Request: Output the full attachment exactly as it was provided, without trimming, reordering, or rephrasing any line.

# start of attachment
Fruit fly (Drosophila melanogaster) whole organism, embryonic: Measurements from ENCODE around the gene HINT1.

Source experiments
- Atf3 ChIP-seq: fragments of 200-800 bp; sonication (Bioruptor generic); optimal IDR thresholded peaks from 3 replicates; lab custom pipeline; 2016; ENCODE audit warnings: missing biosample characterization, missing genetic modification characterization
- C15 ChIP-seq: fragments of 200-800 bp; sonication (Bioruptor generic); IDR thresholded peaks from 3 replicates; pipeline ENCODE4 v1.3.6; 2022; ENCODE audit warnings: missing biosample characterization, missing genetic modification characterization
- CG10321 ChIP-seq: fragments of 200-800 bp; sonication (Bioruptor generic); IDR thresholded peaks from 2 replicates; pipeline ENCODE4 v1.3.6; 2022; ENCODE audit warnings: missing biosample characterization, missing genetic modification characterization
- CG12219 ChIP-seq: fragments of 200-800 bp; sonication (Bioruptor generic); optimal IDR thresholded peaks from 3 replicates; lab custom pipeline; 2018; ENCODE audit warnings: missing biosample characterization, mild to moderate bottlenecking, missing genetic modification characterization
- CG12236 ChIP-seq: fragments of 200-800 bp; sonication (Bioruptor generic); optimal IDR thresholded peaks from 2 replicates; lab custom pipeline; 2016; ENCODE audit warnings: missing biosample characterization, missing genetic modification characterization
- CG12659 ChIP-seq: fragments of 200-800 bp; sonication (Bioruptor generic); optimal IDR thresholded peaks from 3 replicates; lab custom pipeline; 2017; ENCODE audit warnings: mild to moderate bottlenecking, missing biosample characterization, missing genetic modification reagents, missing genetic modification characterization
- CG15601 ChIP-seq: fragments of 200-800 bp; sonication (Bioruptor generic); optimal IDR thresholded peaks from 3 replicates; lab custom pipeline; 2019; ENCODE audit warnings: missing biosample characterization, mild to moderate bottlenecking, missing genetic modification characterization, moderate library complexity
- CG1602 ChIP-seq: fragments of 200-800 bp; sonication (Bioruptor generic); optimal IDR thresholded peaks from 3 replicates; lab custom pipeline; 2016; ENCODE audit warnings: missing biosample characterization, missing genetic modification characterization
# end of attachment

Fruit fly (Drosophila melanogaster) whole organism, embryonic: Measurements from ENCODE around the gene HINT1.

Source experiments
- Atf3 ChIP-seq: fragments of 200-800 bp; sonication (Bioruptor generic); optimal IDR thresholded peaks from 3 replicates; lab custom pipeline; 2016; ENCODE audit warnings: missing biosample characterization, missing genetic modification characterization
- C15 ChIP-seq: fragments of 200-800 bp; sonication (Bioruptor generic); IDR thresholded peaks from 3 replicates; pipeline ENCODE4 v1.3.6; 2022; ENCODE audit warnings: missing biosample characterization, missing genetic modification characterization
- CG10321 ChIP-seq: fragments of 200-800 bp; sonication (Bioruptor generic); IDR thresholded peaks from 2 replicates; pipeline ENCODE4 v1.3.6; 2022; ENCODE audit warnings: missing biosample characterization, missing genetic modification characterization
- CG12219 ChIP-seq: fragments of 200-800 bp; sonication (Bioruptor generic); optimal IDR thresholded peaks from 3 replicates; lab custom pipeline; 2018; ENCODE audit warnings: missing biosample characterization, mild to moderate bottlenecking, missing genetic modification characterization
- CG12236 ChIP-seq: fragments of 200-800 bp; sonication (Bioruptor generic); optimal IDR thresholded peaks from 2 replicates; lab custom pipeline; 2016; ENCODE audit warnings: missing biosample characterization, missing genetic modification characterization
- CG12659 ChIP-seq: fragments of 200-800 bp; sonication (Bioruptor generic); optimal IDR thresholded peaks from 3 replicates; lab custom pipeline; 2017; ENCODE audit warnings: mild to moderate bottlenecking, missing biosample characterization, missing genetic modification reagents, missing genetic modification characterization
- CG15601 ChIP-seq: fragments of 200-800 bp; sonication (Bioruptor generic); optimal IDR thresholded peaks from 3 replicates; lab custom pipeline; 2019; ENCODE audit warnings: missing biosample characterization, mild to moderate bottlenecking, missing genetic modification characterization, moderate library complexity
- CG1602 ChIP-seq: fragments of 200-800 bp; sonication (Bioruptor generic); optimal IDR thresholded peaks from 3 replicates; lab custom pipeline; 2016; ENCODE audit warnings: missing biosample characterization, missing genetic modification characterization